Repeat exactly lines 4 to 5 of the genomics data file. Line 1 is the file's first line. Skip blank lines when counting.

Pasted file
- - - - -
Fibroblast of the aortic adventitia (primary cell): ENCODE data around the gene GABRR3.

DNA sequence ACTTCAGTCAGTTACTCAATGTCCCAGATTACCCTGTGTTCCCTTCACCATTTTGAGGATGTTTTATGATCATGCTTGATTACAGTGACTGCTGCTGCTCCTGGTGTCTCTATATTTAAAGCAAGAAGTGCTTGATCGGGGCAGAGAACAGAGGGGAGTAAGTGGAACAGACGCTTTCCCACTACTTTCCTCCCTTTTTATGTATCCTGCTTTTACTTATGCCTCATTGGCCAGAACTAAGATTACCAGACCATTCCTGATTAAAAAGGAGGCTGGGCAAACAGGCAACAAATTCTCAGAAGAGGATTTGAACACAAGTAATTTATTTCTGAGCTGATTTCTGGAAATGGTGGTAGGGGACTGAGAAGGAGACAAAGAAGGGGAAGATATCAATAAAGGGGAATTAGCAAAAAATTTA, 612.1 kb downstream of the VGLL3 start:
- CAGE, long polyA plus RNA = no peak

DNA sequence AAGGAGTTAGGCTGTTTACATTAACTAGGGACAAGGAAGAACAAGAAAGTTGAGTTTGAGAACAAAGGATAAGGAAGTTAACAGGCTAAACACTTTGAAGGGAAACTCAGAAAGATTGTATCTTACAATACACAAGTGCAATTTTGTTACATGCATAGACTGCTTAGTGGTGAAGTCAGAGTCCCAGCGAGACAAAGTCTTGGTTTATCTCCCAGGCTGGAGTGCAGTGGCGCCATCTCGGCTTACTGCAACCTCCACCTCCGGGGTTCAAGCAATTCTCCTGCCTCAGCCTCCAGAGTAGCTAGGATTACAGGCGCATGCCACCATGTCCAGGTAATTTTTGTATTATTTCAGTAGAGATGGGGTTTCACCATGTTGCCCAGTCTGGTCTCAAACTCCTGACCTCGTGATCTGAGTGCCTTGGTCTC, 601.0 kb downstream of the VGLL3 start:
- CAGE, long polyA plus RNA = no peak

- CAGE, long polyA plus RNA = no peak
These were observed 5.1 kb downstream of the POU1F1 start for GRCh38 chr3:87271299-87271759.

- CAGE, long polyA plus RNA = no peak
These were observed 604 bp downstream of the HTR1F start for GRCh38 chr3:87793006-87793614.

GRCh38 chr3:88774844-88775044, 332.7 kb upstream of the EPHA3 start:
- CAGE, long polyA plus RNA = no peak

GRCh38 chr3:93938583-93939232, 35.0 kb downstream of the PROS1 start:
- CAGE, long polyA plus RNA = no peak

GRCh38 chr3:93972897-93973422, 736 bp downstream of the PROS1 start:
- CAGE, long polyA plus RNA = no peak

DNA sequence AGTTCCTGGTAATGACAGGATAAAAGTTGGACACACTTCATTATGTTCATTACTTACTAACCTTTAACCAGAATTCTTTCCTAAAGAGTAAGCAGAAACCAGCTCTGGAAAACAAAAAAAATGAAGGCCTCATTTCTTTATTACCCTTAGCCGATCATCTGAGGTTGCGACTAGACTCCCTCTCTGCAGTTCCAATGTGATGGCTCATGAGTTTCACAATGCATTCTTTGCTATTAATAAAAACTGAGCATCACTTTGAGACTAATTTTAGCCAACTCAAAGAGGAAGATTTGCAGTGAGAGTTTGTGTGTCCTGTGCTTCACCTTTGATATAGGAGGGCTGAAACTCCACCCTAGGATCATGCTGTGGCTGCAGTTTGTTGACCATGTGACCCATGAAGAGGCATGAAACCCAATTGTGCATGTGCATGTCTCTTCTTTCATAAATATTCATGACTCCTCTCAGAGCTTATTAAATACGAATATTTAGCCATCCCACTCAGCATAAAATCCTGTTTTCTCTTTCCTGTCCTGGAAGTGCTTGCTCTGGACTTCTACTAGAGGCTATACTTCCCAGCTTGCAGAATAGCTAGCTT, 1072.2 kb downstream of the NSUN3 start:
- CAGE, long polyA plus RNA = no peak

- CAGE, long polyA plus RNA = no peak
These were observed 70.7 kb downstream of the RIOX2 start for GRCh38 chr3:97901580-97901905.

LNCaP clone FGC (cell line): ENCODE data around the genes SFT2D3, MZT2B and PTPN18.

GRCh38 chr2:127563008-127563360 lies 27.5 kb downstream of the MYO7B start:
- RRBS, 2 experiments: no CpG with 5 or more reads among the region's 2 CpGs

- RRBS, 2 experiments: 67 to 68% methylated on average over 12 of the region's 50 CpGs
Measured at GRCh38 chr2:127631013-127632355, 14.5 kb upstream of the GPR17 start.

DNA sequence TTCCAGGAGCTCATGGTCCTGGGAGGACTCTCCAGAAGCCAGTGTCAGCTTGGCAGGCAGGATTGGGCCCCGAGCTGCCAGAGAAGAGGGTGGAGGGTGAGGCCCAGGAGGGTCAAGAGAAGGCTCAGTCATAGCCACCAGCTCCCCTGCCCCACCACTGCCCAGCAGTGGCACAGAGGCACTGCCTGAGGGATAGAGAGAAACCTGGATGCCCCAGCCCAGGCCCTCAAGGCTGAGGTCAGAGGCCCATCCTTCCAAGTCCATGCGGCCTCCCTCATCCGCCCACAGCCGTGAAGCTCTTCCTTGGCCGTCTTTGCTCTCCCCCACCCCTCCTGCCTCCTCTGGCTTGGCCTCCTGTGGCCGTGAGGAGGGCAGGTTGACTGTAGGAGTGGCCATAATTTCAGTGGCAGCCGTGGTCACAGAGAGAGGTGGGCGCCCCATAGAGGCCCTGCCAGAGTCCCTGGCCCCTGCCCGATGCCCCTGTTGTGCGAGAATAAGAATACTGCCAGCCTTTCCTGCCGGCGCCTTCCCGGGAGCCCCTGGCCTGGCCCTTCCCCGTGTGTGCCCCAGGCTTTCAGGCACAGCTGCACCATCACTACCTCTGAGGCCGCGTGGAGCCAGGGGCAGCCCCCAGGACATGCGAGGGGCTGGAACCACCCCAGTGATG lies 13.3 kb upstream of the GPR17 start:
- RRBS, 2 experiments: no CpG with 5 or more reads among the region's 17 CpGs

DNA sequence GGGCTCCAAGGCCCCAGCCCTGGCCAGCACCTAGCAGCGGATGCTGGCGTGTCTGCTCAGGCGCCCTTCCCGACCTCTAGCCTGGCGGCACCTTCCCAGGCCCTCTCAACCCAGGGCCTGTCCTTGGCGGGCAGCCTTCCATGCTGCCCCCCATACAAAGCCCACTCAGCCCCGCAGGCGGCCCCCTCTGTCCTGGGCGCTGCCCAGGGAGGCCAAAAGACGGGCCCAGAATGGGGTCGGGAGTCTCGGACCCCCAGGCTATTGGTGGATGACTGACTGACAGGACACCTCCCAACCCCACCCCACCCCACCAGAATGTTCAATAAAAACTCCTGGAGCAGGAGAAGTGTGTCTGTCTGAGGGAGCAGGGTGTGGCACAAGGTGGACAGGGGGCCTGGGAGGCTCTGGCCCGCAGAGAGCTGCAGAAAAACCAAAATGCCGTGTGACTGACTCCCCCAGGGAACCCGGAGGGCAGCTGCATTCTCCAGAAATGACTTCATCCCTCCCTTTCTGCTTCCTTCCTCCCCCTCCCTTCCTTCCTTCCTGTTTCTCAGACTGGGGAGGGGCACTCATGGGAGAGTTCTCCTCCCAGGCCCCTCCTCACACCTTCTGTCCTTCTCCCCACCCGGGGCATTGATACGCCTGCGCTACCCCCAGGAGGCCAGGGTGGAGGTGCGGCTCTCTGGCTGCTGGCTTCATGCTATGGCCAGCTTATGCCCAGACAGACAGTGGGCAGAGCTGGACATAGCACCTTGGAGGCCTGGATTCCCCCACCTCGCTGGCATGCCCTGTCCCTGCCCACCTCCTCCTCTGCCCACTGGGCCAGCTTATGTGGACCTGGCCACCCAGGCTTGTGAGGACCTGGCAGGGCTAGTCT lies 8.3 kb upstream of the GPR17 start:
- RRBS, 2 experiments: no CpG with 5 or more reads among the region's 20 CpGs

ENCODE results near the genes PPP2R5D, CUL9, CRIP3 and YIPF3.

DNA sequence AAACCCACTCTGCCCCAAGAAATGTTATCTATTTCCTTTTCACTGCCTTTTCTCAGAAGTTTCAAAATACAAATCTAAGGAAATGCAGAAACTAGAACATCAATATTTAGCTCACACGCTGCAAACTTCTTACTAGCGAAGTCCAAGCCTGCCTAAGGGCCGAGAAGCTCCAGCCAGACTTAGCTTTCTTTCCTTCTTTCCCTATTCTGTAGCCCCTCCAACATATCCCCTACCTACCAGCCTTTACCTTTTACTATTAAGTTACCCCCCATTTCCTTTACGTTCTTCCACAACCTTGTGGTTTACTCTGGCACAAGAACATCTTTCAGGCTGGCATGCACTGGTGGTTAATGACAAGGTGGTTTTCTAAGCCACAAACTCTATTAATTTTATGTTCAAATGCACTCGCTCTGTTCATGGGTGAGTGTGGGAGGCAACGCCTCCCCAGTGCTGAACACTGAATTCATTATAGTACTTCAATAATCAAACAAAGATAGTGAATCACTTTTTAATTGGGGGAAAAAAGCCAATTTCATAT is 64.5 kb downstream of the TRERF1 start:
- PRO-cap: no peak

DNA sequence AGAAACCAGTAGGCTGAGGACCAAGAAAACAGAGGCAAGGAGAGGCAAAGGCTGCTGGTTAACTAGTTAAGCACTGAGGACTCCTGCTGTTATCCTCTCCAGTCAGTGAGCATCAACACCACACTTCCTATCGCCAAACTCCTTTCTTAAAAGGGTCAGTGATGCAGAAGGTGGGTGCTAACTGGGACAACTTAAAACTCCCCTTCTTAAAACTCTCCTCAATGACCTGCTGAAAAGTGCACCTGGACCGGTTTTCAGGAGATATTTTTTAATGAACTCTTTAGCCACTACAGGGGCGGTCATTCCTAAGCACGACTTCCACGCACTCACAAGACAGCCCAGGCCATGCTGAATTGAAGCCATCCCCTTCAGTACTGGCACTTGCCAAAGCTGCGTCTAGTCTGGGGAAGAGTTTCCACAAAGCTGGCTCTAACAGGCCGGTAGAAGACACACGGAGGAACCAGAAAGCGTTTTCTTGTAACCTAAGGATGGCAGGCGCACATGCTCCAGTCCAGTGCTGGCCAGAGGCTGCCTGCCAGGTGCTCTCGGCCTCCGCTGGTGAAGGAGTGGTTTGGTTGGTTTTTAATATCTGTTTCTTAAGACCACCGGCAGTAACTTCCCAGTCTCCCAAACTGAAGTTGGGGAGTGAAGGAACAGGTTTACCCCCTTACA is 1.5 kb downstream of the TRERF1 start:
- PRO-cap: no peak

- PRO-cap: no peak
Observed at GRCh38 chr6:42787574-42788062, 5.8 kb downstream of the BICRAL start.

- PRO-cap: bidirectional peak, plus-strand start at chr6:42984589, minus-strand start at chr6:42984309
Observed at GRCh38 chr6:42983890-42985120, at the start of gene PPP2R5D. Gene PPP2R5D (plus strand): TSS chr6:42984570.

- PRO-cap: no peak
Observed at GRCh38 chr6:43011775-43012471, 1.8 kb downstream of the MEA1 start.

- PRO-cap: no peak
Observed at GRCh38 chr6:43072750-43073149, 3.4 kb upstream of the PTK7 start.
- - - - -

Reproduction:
DNA sequence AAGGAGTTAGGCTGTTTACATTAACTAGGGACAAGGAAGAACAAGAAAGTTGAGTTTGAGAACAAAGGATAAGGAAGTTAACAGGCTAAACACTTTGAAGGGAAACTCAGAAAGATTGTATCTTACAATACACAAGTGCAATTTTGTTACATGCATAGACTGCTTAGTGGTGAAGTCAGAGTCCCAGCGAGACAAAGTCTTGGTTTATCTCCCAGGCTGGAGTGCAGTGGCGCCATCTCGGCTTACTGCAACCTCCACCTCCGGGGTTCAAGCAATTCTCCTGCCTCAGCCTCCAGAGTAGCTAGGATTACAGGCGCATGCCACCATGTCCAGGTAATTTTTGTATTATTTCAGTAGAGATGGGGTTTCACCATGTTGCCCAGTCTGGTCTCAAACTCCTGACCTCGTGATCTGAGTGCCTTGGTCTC, 601.0 kb downstream of the VGLL3 start:
- CAGE, long polyA plus RNA = no peak